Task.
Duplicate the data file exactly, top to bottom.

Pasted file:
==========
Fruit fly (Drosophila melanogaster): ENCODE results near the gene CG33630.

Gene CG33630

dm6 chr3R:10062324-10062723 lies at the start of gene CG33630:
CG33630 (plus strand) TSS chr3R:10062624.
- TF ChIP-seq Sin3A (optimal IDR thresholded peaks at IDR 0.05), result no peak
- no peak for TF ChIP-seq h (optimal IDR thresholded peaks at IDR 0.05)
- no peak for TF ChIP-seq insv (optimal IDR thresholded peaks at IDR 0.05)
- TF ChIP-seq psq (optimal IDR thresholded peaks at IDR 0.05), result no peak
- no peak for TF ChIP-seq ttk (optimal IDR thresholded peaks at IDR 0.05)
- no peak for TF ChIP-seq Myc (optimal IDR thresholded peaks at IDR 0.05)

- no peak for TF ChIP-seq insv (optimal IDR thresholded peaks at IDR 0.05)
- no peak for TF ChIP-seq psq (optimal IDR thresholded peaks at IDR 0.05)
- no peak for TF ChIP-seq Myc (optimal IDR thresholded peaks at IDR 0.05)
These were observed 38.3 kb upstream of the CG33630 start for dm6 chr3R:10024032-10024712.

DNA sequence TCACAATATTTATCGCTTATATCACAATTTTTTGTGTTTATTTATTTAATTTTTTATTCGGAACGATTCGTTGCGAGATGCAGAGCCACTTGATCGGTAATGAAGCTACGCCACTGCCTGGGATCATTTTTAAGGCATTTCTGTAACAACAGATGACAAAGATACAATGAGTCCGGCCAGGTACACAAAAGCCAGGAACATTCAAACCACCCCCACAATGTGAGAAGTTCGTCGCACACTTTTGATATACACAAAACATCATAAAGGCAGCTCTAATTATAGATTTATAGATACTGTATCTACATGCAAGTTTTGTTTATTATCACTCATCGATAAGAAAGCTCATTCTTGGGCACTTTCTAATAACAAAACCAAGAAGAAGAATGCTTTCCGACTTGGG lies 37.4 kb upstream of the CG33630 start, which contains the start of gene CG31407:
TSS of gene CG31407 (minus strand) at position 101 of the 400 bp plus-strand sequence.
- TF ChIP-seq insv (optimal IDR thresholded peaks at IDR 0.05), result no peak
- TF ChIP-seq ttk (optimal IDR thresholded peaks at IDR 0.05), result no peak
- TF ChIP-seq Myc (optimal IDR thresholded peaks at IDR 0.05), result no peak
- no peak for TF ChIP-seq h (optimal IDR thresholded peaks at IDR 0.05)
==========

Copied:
Fruit fly (Drosophila melanogaster): ENCODE results near the gene CG33630.

Gene CG33630

dm6 chr3R:10062324-10062723 lies at the start of gene CG33630:
CG33630 (plus strand) TSS chr3R:10062624.
- TF ChIP-seq Sin3A (optimal IDR thresholded peaks at IDR 0.05), result no peak
- no peak for TF ChIP-seq h (optimal IDR thresholded peaks at IDR 0.05)
- no peak for TF ChIP-seq insv (optimal IDR thresholded peaks at IDR 0.05)
- TF ChIP-seq psq (optimal IDR thresholded peaks at IDR 0.05), result no peak
- no peak for TF ChIP-seq ttk (optimal IDR thresholded peaks at IDR 0.05)
- no peak for TF ChIP-seq Myc (optimal IDR thresholded peaks at IDR 0.05)

- no peak for TF ChIP-seq insv (optimal IDR thresholded peaks at IDR 0.05)
- no peak for TF ChIP-seq psq (optimal IDR thresholded peaks at IDR 0.05)
- no peak for TF ChIP-seq Myc (optimal IDR thresholded peaks at IDR 0.05)
These were observed 38.3 kb upstream of the CG33630 start for dm6 chr3R:10024032-10024712.

DNA sequence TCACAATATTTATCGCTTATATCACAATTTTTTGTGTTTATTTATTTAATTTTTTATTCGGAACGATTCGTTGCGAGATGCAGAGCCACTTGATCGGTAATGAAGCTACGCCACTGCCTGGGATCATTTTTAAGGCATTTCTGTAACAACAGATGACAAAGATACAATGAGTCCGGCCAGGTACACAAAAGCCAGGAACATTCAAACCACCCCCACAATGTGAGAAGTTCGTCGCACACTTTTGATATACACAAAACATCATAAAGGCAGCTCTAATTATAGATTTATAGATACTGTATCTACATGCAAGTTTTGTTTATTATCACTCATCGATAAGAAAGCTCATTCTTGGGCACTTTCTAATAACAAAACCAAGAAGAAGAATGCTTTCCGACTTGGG lies 37.4 kb upstream of the CG33630 start, which contains the start of gene CG31407:
TSS of gene CG31407 (minus strand) at position 101 of the 400 bp plus-strand sequence.
- TF ChIP-seq insv (optimal IDR thresholded peaks at IDR 0.05), result no peak
- TF ChIP-seq ttk (optimal IDR thresholded peaks at IDR 0.05), result no peak
- TF ChIP-seq Myc (optimal IDR thresholded peaks at IDR 0.05), result no peak
- no peak for TF ChIP-seq h (optimal IDR thresholded peaks at IDR 0.05)